Where'er an arrow shoots of love the bow,
The shield of counsel wards not off the blow.
Inside the house when that dart finds its way
A hundred signs its presence there betray,
And pleasant is this saying of the wise
That love and musk-scent one can not disguise.
If upon musk a hundred folds you lay,
Through many screens the scent will find its way*.
Zuleikha ever kept her love concealed,
Nor grief's seed in her breast sown e'er revealed,
Yet ever from its place 'twould raise its head,
And from within its signs and traces* spread—
Her weeping eyes at times would water shed:
No, not with water, but pure blood they bled—
In every drop that from her eye-lash flowed,
There outwardly a hidden secret glowed.
At times from burning heart she heaved a sigh;
Rising, its smoke was wafted to the sky.
In ev'ry sigh that from her heart she drew,
Of a hot, burning heart the scent they knew.
Sleepless and foodless sometimes day and night,
To yellow tulip turned her red rose bright.
In any garden, (dost thou this not know?)
Without a spot can never tulip grow.
Her waiting maidens, when these signs they knew,
Would their perplexity for aye renew.
Yet what its reason was was never clear,
Nor did what caused her cruel lot appear.
“The like was never seen,” first some one cries;
“Perhaps an evil eye upon her lies.”
Another to this fancy gave belief:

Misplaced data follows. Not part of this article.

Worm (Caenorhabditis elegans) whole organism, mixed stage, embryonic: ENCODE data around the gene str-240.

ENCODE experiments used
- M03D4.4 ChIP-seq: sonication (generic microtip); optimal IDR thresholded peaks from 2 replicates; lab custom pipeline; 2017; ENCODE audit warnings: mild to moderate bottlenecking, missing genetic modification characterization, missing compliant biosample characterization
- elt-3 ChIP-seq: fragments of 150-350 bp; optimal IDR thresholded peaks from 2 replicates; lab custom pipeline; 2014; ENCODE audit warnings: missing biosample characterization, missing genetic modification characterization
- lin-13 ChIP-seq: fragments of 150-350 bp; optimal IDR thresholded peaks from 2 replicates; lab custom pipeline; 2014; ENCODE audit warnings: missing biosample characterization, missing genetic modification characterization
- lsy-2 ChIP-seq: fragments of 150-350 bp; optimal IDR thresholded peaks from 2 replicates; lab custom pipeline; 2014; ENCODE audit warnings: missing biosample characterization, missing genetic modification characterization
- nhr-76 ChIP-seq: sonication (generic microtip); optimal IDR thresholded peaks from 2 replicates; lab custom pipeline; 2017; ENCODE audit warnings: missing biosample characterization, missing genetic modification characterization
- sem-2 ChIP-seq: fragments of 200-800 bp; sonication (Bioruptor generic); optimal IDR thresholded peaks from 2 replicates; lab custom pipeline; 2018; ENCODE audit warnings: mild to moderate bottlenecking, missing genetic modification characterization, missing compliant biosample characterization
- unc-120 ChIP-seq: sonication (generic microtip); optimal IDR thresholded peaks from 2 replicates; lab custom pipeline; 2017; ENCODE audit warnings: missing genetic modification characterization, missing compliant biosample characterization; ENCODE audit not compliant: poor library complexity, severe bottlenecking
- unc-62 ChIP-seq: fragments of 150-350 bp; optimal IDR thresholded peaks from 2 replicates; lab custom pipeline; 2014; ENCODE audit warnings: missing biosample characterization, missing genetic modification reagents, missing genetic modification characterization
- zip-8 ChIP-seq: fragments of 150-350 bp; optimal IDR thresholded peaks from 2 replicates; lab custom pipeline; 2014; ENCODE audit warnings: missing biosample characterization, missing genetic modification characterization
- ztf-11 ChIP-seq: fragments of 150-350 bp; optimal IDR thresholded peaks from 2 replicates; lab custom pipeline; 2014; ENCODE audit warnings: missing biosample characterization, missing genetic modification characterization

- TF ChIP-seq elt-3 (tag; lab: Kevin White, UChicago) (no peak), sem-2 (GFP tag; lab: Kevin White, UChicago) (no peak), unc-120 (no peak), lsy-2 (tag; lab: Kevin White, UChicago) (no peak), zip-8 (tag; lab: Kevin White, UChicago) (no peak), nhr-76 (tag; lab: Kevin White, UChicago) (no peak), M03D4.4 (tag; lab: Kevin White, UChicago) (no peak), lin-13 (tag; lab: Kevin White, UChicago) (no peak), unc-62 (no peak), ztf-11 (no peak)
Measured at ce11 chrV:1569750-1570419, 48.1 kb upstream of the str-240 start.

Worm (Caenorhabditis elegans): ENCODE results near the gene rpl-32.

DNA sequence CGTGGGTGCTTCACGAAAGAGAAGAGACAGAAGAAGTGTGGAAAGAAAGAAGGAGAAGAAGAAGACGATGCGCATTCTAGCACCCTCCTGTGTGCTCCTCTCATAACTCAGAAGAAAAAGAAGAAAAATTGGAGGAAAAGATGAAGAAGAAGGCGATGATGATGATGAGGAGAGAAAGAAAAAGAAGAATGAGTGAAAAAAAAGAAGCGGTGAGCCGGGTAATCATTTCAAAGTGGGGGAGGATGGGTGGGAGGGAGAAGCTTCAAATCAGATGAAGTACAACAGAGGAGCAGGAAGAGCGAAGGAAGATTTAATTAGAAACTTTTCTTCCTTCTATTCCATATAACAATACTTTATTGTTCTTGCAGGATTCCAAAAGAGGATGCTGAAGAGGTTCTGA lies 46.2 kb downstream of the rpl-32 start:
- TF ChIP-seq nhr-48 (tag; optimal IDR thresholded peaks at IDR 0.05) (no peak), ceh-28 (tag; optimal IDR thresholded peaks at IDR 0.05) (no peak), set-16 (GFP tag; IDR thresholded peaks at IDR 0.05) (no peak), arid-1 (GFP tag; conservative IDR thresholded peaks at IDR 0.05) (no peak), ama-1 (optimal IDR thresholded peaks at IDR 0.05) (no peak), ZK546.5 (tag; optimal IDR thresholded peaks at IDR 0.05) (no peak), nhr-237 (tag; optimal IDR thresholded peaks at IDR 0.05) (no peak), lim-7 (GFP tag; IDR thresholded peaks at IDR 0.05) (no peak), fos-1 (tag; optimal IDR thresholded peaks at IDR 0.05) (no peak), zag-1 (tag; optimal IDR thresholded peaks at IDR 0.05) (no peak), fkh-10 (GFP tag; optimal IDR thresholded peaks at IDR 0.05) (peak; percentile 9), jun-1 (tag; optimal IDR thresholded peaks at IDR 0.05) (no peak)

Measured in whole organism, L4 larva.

“Some Div or Pari had brought her to grief.”
“No, no! some sorcerer,” would some one say,
“Has tied her skirt-fringe in some magic way.”
“These are all signs of love,” another says:
“'Tis love that on her all this burden lays.
“As she sees no one in her waking hour,
“In sleep this evil holds her in its power.”
Thus of the matter differing thought had each,
All with each other holding varied speech.
Still was the secret of her heart untold,
Nor to one thing could they together hold.
Her nurse a sorceress among the rest;
Of magic she the capital possessed.
The ways of passion she herself had seen,
Sometimes had loved, and sometimes loved had been—
Lover and mistress had to union brought,
And had to differing lovers concord taught.
One night she came, of service to repeat
Her tale, and kissed the ground before her feet.
“O rose-bud of the royal mead,” she cried:
“Glow at thy beauty all the fair with pride.
“Thy lip be full of smiles, thy heart elate,
“Propitious from thy glory be my fate!
“In beauty's garden thou that cypress art
“Whence pheasant turns the parrot of my heart.
“I am the river of that faithful sea,
“Fortune upon whose shore has nourished thee.
“'Twas I that first beheld thy face in life,
“And cut thy cord with my affection's knife—
“I with rose-water bathed thy form and hair,
“And for thy dye* musk-water did prepare.
“Of my heart's veil thy swaddling clothes I wove,
“A hundred tender threads of life I rove.
“My milk did I provide for thee as bread,
“That body nourished with thy spirit fed.
“When night arrived I slept but for thy sake,
“To deck thy face my morning task I'd make.
“As fringe in walking on my shoulders worn,
“And in my arms in sleeping wast thou borne.
“When thy rose-branch to graceful cypress grew,
“Not from thy skirt yet I my hand withdrew.
“Still ever in thy service did I wait,
“Early in thy affairs employed and late.
“Thou couldst in no place that fair cypress find,
“But I as shadow followed close behind.
“When thou didst sit waiting I stood by thee;
“In sleep upon thy feet my head would be—
“In thy affairs employed still as before,